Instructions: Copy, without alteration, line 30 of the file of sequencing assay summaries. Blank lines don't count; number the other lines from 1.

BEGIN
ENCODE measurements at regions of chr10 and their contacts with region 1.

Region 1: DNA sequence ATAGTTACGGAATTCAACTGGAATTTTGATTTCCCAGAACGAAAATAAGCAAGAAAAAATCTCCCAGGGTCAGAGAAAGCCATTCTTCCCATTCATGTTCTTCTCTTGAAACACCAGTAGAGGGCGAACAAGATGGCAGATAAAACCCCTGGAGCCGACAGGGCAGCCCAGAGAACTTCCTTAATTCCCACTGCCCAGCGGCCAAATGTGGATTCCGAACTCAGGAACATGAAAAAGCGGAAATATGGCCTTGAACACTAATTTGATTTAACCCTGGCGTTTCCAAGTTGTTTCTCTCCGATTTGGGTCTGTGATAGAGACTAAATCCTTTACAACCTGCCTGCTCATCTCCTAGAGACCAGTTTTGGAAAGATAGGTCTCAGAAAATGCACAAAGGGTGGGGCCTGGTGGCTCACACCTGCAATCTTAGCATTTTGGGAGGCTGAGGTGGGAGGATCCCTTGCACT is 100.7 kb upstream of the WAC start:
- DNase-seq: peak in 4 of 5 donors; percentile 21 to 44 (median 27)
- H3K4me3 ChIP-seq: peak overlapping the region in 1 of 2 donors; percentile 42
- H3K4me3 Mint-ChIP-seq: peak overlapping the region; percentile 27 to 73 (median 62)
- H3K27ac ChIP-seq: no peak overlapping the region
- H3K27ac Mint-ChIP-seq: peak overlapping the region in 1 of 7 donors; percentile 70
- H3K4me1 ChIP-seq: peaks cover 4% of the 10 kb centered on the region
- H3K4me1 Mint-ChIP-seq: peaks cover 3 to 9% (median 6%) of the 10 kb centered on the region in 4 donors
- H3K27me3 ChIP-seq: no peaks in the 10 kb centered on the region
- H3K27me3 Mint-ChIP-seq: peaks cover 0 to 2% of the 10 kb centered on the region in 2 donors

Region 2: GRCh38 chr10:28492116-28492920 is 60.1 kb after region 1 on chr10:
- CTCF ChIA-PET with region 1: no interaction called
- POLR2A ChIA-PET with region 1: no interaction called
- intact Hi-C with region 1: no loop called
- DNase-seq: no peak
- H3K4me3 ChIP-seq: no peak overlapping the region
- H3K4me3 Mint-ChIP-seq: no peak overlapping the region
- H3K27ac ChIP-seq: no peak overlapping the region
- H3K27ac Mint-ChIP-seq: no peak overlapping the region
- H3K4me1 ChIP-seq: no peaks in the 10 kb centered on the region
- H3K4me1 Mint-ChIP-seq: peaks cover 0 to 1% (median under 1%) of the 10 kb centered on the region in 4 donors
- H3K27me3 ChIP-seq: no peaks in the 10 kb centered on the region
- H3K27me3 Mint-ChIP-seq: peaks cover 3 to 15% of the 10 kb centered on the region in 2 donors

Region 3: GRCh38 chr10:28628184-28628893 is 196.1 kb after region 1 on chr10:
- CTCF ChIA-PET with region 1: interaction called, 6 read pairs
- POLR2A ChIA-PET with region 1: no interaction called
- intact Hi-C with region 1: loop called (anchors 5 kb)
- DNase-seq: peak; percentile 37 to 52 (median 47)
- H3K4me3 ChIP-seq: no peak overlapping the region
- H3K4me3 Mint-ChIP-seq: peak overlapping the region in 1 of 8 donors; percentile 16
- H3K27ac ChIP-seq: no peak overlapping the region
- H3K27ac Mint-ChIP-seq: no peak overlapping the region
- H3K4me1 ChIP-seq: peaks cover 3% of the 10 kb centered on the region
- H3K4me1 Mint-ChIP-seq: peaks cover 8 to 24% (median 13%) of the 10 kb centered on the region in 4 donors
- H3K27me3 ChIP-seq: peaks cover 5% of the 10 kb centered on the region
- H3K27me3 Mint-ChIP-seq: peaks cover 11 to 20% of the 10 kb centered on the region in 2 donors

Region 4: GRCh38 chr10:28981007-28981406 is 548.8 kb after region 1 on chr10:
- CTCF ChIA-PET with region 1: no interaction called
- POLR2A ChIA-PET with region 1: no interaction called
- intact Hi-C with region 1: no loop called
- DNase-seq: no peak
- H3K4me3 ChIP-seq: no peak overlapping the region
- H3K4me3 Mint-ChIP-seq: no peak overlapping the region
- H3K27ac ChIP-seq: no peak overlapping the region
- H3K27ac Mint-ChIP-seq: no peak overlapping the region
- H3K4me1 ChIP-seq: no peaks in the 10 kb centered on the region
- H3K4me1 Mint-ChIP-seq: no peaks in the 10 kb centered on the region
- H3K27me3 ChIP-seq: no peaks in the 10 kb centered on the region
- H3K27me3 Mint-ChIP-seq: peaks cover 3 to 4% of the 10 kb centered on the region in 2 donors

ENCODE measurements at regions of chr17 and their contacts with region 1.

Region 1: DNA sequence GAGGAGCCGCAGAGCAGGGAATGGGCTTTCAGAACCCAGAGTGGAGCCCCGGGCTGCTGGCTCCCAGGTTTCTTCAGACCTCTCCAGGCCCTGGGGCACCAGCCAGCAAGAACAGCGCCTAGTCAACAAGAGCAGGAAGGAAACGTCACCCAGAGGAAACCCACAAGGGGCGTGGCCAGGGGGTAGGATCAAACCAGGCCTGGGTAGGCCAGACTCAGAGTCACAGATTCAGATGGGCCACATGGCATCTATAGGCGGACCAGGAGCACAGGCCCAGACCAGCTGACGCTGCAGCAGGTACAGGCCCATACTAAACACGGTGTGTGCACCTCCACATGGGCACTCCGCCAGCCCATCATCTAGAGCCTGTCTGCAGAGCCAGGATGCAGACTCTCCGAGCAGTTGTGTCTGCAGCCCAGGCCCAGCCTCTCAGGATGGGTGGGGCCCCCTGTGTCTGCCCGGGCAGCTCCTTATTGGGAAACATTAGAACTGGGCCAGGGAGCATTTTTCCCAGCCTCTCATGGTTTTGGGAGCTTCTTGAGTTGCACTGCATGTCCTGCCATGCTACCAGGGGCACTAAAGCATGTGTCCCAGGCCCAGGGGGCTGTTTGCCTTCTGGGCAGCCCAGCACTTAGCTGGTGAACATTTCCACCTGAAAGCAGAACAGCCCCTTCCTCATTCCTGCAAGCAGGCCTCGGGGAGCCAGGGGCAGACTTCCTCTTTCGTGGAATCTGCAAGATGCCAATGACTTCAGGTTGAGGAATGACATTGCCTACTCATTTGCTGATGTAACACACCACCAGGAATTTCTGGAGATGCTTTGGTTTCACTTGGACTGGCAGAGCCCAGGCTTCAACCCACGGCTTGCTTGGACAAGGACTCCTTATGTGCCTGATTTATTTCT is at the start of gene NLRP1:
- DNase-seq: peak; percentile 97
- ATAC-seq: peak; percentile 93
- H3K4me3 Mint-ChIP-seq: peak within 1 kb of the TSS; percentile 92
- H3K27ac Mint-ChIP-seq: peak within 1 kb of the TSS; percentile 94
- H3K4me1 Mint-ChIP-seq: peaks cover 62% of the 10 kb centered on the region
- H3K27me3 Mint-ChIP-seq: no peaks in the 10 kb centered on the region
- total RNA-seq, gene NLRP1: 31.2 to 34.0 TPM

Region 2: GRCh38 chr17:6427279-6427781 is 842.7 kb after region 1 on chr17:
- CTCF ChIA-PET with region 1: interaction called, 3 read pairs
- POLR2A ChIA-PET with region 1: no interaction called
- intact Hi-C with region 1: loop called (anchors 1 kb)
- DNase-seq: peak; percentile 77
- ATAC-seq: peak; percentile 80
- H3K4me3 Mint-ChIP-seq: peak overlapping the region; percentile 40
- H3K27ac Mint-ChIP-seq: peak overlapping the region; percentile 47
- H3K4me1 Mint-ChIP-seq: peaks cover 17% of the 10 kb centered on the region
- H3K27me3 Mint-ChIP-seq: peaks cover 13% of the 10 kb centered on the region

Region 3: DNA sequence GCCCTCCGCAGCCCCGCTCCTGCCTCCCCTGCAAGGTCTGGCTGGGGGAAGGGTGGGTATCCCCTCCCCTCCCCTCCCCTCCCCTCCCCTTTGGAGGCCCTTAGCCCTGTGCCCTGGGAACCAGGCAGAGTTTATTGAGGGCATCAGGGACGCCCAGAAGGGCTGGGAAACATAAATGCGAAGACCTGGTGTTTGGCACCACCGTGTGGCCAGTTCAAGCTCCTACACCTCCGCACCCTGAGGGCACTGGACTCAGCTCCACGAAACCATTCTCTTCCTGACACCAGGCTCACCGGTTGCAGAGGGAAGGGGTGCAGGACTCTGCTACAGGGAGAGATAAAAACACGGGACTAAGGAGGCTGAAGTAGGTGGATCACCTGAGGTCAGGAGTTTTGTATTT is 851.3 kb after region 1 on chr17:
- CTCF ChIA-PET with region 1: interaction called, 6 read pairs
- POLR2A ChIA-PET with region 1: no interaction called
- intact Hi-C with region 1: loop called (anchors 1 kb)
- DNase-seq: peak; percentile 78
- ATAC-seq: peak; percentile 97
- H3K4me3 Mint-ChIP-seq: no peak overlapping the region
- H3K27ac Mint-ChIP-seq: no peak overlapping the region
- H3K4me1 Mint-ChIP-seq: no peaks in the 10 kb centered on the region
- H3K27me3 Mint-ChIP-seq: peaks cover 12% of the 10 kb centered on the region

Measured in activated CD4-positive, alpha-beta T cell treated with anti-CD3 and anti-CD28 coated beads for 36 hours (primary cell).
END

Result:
- H3K4me3 ChIP-seq: no peak overlapping the region